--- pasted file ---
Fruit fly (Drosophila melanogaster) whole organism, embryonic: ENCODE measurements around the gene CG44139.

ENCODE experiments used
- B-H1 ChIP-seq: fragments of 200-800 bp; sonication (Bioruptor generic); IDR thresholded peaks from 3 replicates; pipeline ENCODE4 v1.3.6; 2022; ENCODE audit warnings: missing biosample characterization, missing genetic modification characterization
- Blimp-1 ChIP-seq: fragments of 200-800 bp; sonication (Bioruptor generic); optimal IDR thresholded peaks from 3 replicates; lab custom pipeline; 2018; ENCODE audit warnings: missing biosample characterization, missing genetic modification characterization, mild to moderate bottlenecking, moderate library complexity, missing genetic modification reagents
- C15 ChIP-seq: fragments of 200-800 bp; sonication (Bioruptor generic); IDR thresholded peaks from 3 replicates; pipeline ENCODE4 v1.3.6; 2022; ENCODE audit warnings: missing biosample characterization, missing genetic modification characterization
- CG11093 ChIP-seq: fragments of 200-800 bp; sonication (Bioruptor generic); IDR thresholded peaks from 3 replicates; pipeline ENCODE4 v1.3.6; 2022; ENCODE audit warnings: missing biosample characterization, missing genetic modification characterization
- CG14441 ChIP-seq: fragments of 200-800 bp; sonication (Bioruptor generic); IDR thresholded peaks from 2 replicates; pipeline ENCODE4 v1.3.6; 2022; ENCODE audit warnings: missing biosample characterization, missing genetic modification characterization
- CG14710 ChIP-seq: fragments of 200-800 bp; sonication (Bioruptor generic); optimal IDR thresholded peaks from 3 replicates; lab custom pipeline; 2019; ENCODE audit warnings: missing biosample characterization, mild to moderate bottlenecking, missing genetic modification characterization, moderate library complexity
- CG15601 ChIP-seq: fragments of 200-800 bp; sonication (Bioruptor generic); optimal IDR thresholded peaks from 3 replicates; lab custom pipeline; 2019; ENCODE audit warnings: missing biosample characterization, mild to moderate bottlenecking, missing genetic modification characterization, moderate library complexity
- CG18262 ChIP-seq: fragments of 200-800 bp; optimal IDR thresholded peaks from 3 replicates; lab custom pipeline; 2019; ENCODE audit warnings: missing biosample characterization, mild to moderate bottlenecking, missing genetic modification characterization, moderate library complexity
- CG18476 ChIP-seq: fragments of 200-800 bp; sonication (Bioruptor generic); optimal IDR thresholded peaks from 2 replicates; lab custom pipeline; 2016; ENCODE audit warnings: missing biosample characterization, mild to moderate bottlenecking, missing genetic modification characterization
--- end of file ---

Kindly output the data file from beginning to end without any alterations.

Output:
Fruit fly (Drosophila melanogaster) whole organism, embryonic: ENCODE measurements around the gene CG44139.

ENCODE experiments used
- B-H1 ChIP-seq: fragments of 200-800 bp; sonication (Bioruptor generic); IDR thresholded peaks from 3 replicates; pipeline ENCODE4 v1.3.6; 2022; ENCODE audit warnings: missing biosample characterization, missing genetic modification characterization
- Blimp-1 ChIP-seq: fragments of 200-800 bp; sonication (Bioruptor generic); optimal IDR thresholded peaks from 3 replicates; lab custom pipeline; 2018; ENCODE audit warnings: missing biosample characterization, missing genetic modification characterization, mild to moderate bottlenecking, moderate library complexity, missing genetic modification reagents
- C15 ChIP-seq: fragments of 200-800 bp; sonication (Bioruptor generic); IDR thresholded peaks from 3 replicates; pipeline ENCODE4 v1.3.6; 2022; ENCODE audit warnings: missing biosample characterization, missing genetic modification characterization
- CG11093 ChIP-seq: fragments of 200-800 bp; sonication (Bioruptor generic); IDR thresholded peaks from 3 replicates; pipeline ENCODE4 v1.3.6; 2022; ENCODE audit warnings: missing biosample characterization, missing genetic modification characterization
- CG14441 ChIP-seq: fragments of 200-800 bp; sonication (Bioruptor generic); IDR thresholded peaks from 2 replicates; pipeline ENCODE4 v1.3.6; 2022; ENCODE audit warnings: missing biosample characterization, missing genetic modification characterization
- CG14710 ChIP-seq: fragments of 200-800 bp; sonication (Bioruptor generic); optimal IDR thresholded peaks from 3 replicates; lab custom pipeline; 2019; ENCODE audit warnings: missing biosample characterization, mild to moderate bottlenecking, missing genetic modification characterization, moderate library complexity
- CG15601 ChIP-seq: fragments of 200-800 bp; sonication (Bioruptor generic); optimal IDR thresholded peaks from 3 replicates; lab custom pipeline; 2019; ENCODE audit warnings: missing biosample characterization, mild to moderate bottlenecking, missing genetic modification characterization, moderate library complexity
- CG18262 ChIP-seq: fragments of 200-800 bp; optimal IDR thresholded peaks from 3 replicates; lab custom pipeline; 2019; ENCODE audit warnings: missing biosample characterization, mild to moderate bottlenecking, missing genetic modification characterization, moderate library complexity
- CG18476 ChIP-seq: fragments of 200-800 bp; sonication (Bioruptor generic); optimal IDR thresholded peaks from 2 replicates; lab custom pipeline; 2016; ENCODE audit warnings: missing biosample characterization, mild to moderate bottlenecking, missing genetic modification characterization